The success of Sabine Pass LNG was an anomaly—but not by chance 

    It wasn’t dumb luck. While there were bumps in the road, to be sure, an unmatched level of transparency and a good dose of confidence in the contractor are what made the Sabine Pass LNG project a success.

    The $18 billion, five-train Cheniere Energy terminal in Cameron Parish is an anomaly, as it was built on budget and on time in an era when megaprojects almost always exceed both. This culminated with an unprecedented achievement: In February 2016, the facility became the first to ship LNG from a commercial facility in the contiguous U.S.

    So just how did the owner/contractor duo tackle the megaproject and not fall victim to the various pitfalls familiar to other jobs?

    Ed Lehotsky, a former senior vice president and current executive advisor at Cheniere, and Darren Mort, Bechtel general manager, say adversity was the mother of invention.

    “At Cheniere, we call it slaying dragons,” Lehotsky says. “They’d raise their heads and we’d have to step back and understand those dragons and eventually conquer them.”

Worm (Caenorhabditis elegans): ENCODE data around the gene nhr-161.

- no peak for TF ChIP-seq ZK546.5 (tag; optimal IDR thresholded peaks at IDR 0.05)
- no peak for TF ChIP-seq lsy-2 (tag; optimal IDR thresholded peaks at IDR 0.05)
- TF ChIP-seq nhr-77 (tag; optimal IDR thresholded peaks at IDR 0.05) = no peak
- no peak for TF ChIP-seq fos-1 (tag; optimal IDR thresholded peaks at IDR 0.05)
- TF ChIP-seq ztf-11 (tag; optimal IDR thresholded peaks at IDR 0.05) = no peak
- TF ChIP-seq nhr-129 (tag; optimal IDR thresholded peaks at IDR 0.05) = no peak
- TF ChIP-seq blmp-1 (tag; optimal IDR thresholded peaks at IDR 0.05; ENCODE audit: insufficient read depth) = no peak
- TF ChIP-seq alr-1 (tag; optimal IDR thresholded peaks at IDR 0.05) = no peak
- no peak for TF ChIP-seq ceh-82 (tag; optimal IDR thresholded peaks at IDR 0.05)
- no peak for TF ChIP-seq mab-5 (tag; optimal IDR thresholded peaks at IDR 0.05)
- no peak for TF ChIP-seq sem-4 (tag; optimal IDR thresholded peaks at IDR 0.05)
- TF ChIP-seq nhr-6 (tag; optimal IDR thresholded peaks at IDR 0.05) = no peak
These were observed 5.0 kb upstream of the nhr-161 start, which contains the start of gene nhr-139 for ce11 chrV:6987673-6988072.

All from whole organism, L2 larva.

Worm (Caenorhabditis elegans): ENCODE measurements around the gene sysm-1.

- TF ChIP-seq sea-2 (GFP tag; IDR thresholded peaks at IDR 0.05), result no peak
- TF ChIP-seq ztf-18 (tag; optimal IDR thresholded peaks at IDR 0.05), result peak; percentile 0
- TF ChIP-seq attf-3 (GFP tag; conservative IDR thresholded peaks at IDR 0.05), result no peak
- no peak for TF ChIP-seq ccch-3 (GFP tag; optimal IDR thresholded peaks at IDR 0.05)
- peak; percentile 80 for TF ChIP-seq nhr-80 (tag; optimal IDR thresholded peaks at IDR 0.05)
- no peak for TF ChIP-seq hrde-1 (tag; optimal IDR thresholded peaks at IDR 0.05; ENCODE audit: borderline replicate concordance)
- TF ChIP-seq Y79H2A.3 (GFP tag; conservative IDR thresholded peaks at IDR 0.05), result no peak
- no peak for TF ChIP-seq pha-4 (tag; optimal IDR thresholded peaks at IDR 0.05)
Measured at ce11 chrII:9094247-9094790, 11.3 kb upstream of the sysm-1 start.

Hurricanes proved to be one of the bigger dragons. Cheniere’s Gulf Coast sites were impacted by numerous storms over a 14-year period. While Hurricane Katrina in 2005 didn’t directly hit the Cameron site, it significantly impacted workforce availability. Shortly thereafter, Hurricane Rita scored a direct hit. Hurricane Ike in 2008 had a serious impact, and then there was Hurricane Harvey in 2017. “Harvey hit our Corpus Christi site very seriously,” Lehotsky says, “then circled around Houston and whacked into Sabine, flooding the site.”

    At the time, the team could have easily added time to the schedule. Instead, Cheniere and Bechtel worked together to attract labor by raising salaries and building temporary housing for workers in the storms’ aftermaths. “We worked together as a team,” Lehotsky says. “We gave Bechtel assistance with getting things moving. In the process, we developed a kinship and a sense of teamwork that continues to this day. It was hard, but we learned a lot from it.” 

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